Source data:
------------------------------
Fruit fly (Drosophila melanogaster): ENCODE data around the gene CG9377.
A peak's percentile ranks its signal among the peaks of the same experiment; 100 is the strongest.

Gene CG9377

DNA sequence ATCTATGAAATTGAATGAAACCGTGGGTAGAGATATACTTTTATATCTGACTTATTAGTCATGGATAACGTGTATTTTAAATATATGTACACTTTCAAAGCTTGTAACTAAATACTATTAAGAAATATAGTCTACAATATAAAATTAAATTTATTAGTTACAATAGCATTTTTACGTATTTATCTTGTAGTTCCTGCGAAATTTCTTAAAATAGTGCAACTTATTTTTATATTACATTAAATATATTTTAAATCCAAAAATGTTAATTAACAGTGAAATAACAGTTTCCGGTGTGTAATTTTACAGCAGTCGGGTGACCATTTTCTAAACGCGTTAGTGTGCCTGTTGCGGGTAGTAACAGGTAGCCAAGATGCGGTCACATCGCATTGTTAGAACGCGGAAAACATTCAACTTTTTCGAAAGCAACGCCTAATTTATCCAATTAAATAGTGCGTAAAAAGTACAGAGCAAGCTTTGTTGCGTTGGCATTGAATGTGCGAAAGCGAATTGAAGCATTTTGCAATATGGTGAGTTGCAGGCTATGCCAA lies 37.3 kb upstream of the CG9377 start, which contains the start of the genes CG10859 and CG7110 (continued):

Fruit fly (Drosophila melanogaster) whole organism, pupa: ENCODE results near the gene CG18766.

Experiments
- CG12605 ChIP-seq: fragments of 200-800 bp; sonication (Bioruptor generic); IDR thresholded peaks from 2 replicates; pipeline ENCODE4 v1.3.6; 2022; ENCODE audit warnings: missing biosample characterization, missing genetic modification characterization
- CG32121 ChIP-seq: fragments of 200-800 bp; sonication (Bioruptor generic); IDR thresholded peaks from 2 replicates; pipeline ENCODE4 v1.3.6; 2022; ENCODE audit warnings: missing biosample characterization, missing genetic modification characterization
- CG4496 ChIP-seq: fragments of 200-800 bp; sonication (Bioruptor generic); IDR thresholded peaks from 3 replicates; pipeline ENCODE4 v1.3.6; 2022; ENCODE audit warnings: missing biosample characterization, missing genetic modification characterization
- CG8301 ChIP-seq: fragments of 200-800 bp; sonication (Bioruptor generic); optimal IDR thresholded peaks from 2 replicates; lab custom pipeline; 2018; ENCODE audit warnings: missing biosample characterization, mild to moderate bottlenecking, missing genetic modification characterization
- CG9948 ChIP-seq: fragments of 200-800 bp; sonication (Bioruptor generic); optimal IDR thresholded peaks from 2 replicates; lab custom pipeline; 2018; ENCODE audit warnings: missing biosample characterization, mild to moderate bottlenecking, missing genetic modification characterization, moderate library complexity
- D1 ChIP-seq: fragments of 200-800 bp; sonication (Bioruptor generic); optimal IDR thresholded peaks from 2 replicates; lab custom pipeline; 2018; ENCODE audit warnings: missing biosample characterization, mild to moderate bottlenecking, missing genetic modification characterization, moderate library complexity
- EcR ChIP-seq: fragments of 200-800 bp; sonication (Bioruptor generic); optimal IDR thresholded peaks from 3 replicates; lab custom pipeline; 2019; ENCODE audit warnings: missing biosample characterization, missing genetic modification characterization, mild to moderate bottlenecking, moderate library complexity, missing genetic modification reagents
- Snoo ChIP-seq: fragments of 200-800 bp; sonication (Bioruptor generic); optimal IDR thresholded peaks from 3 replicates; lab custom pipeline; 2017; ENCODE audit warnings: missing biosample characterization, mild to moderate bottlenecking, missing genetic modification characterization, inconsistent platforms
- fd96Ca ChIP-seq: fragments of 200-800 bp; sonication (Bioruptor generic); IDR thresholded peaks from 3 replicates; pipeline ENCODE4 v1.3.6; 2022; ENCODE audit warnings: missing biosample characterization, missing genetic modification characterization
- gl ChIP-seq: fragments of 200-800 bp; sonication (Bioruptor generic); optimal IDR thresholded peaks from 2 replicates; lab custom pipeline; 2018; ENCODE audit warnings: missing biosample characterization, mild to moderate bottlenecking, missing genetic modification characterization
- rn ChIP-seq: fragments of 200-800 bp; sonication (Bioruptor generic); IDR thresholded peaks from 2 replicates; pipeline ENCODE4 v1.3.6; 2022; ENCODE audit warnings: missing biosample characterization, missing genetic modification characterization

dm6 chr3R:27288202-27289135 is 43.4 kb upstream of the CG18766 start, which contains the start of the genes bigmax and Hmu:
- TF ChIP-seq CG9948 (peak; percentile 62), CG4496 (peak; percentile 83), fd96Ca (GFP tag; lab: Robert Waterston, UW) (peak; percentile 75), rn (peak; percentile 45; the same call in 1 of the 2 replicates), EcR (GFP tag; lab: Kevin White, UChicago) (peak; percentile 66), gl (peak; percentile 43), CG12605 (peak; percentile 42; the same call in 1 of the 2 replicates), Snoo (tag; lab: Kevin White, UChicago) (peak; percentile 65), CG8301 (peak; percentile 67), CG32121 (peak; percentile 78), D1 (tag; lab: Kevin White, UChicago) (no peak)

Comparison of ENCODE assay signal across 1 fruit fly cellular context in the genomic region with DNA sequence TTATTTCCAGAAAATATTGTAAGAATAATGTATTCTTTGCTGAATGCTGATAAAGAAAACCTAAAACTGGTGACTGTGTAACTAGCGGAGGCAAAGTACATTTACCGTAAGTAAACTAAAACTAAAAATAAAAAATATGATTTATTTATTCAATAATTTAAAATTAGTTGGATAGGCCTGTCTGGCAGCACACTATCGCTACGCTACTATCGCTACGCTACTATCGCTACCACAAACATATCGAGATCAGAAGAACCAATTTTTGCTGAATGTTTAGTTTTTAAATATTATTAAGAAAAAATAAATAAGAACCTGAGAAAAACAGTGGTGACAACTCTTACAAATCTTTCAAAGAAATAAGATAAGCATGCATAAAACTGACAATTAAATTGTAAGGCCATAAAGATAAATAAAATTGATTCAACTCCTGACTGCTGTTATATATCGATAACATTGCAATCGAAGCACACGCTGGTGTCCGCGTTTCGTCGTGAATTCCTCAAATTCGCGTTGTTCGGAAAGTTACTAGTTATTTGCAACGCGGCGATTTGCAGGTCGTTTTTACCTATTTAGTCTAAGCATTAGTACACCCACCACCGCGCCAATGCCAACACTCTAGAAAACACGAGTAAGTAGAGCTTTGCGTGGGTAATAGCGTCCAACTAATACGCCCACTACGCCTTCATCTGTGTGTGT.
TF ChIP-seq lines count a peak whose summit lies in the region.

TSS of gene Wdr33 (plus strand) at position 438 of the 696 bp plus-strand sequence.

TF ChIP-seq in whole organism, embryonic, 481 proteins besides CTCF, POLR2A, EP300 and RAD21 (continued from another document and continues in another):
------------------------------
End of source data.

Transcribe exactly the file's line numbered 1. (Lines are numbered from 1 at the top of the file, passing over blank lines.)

Fruit fly (Drosophila melanogaster): ENCODE data around the gene CG9377.